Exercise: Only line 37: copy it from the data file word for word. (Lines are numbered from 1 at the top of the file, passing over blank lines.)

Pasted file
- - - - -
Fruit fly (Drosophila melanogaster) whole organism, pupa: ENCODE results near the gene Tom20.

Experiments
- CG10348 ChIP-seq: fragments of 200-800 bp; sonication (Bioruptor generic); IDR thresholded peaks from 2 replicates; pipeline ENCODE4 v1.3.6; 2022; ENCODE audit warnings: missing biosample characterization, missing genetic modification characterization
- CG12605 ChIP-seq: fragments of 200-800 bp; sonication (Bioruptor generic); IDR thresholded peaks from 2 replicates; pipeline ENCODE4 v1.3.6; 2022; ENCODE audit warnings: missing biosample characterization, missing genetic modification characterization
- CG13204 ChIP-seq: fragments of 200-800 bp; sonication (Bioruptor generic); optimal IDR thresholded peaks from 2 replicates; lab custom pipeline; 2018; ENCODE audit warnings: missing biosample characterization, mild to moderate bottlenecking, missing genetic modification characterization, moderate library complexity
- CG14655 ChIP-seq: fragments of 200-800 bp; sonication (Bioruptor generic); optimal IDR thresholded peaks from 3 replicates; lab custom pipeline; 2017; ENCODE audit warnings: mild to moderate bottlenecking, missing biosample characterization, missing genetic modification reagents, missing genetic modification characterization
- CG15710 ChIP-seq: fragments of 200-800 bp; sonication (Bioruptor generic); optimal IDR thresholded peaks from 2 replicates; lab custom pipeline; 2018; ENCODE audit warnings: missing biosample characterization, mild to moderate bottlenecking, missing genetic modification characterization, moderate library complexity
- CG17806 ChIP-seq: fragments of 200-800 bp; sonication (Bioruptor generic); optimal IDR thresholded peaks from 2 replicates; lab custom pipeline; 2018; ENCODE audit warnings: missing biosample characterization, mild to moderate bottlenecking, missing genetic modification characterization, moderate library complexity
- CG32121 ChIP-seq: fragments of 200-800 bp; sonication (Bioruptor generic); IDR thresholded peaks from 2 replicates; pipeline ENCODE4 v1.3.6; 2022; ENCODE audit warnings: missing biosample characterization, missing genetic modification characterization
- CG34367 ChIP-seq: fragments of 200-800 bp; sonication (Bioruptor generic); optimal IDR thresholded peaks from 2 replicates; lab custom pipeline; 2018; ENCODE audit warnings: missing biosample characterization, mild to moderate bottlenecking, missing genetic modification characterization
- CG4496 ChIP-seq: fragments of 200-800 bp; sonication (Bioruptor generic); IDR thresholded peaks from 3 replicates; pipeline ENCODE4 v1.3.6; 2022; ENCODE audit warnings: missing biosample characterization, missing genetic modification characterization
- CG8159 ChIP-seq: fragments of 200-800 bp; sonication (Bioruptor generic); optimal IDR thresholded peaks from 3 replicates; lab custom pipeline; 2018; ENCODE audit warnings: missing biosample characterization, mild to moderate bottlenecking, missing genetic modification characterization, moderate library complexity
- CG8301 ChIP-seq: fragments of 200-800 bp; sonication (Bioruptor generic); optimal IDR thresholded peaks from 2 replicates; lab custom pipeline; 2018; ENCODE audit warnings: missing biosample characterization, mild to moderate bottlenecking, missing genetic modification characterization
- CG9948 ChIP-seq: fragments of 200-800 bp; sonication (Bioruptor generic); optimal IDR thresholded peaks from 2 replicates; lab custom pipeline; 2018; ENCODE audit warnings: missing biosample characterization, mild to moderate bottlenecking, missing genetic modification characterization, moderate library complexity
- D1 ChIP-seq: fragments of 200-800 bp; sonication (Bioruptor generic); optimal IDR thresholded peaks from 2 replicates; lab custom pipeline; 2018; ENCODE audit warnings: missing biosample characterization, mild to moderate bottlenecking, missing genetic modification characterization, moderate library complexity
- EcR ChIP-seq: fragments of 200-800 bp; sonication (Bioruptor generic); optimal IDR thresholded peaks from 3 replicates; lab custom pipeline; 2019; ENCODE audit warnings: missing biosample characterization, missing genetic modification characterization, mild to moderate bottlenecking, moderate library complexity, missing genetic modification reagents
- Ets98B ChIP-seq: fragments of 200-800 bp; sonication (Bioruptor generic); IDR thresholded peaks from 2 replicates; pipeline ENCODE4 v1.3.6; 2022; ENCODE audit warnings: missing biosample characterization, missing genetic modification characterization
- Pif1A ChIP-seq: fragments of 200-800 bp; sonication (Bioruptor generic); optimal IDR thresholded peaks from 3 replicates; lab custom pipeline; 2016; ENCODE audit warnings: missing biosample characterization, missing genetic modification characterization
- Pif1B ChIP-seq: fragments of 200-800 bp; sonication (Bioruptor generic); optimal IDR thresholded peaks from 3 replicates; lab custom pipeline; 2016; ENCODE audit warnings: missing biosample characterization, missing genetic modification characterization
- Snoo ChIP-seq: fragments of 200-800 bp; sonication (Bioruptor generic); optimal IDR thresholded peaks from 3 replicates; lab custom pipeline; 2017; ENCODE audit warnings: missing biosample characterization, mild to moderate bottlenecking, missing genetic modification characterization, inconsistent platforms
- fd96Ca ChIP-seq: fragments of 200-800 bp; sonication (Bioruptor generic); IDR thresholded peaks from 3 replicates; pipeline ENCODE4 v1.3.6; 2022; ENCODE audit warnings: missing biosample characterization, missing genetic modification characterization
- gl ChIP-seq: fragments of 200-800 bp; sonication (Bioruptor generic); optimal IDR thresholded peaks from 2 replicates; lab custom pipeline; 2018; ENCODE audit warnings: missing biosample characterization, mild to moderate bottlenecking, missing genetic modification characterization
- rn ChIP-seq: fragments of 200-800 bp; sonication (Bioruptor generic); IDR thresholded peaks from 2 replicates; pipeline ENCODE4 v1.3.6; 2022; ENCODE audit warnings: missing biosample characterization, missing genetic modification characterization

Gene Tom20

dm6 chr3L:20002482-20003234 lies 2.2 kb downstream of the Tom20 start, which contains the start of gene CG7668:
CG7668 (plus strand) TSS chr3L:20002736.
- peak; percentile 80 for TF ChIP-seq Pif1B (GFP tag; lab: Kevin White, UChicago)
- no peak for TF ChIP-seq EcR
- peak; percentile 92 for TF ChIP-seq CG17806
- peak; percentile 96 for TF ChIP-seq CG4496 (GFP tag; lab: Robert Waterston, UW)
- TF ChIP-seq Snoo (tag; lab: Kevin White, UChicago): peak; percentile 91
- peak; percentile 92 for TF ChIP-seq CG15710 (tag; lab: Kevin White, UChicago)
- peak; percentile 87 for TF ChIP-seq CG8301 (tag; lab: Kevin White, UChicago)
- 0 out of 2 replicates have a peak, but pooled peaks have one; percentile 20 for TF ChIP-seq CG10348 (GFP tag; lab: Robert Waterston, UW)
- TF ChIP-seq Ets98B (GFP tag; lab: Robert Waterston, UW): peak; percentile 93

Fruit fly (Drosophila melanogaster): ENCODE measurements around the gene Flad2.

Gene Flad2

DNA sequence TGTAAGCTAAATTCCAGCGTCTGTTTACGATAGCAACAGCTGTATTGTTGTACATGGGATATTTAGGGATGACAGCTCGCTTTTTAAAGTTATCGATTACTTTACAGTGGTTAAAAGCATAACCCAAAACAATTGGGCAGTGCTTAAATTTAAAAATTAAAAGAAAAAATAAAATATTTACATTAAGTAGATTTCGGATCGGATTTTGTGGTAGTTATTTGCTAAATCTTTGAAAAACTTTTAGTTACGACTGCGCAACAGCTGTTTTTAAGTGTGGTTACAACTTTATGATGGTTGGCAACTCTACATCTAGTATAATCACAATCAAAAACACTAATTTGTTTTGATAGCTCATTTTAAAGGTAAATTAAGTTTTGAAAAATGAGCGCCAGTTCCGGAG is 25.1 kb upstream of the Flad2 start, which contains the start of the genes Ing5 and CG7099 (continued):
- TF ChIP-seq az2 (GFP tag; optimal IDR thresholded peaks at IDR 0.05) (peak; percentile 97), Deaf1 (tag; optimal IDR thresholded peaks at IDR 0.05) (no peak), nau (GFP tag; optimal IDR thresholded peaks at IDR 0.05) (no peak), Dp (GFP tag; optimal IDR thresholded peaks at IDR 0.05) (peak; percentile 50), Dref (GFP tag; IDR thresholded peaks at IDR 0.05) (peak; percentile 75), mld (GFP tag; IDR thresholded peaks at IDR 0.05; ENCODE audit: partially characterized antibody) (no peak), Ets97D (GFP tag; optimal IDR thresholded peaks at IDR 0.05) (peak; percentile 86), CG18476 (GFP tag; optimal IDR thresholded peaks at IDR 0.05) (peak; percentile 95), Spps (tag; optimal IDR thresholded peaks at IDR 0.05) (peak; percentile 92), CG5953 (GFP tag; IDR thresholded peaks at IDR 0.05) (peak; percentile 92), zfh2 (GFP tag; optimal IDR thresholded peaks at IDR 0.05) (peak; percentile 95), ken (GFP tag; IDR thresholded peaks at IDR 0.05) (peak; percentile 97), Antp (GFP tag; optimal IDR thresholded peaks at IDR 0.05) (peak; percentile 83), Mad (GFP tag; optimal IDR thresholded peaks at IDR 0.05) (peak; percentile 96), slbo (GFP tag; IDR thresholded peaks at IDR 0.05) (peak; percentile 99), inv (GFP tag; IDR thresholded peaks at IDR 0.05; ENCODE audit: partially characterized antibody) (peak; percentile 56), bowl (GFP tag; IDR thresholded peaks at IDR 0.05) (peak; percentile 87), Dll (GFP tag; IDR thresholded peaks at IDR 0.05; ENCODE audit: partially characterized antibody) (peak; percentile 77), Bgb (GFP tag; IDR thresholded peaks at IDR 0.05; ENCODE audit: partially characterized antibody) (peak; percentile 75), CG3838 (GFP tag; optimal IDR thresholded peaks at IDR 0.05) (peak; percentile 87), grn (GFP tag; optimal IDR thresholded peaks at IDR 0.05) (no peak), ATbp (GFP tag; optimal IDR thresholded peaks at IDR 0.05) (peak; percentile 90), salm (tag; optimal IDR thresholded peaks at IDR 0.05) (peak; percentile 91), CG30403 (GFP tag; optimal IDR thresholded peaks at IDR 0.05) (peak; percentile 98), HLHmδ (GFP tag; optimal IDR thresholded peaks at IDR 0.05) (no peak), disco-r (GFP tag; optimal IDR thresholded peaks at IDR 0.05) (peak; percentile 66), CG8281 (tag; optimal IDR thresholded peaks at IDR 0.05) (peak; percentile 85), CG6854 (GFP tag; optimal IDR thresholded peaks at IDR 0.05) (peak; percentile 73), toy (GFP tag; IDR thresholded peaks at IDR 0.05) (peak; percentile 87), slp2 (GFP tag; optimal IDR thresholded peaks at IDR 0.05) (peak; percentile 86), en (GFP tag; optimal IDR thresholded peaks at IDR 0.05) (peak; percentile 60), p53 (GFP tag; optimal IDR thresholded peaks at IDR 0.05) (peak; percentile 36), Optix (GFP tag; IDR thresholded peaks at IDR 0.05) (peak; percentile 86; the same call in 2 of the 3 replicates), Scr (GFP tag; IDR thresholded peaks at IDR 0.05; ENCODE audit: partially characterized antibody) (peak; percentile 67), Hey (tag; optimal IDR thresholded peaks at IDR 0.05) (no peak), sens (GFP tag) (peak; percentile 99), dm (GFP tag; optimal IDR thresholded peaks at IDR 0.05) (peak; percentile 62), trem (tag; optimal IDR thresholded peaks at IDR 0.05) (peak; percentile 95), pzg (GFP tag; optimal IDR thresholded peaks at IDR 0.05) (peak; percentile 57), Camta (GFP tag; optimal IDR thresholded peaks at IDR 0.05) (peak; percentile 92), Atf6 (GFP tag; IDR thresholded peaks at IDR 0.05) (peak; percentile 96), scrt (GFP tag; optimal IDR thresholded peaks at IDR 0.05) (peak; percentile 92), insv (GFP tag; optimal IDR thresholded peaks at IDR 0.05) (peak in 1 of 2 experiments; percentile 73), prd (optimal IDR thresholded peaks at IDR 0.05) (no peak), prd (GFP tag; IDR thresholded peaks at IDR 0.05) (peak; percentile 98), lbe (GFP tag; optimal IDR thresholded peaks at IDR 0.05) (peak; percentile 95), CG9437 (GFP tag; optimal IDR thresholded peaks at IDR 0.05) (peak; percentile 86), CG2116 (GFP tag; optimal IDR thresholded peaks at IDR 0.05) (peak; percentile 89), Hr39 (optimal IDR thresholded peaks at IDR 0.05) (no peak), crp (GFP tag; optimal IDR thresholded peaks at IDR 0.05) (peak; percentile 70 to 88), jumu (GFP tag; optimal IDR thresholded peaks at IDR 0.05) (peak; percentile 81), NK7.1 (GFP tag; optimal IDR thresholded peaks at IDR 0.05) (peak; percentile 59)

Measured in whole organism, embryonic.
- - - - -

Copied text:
Gene Flad2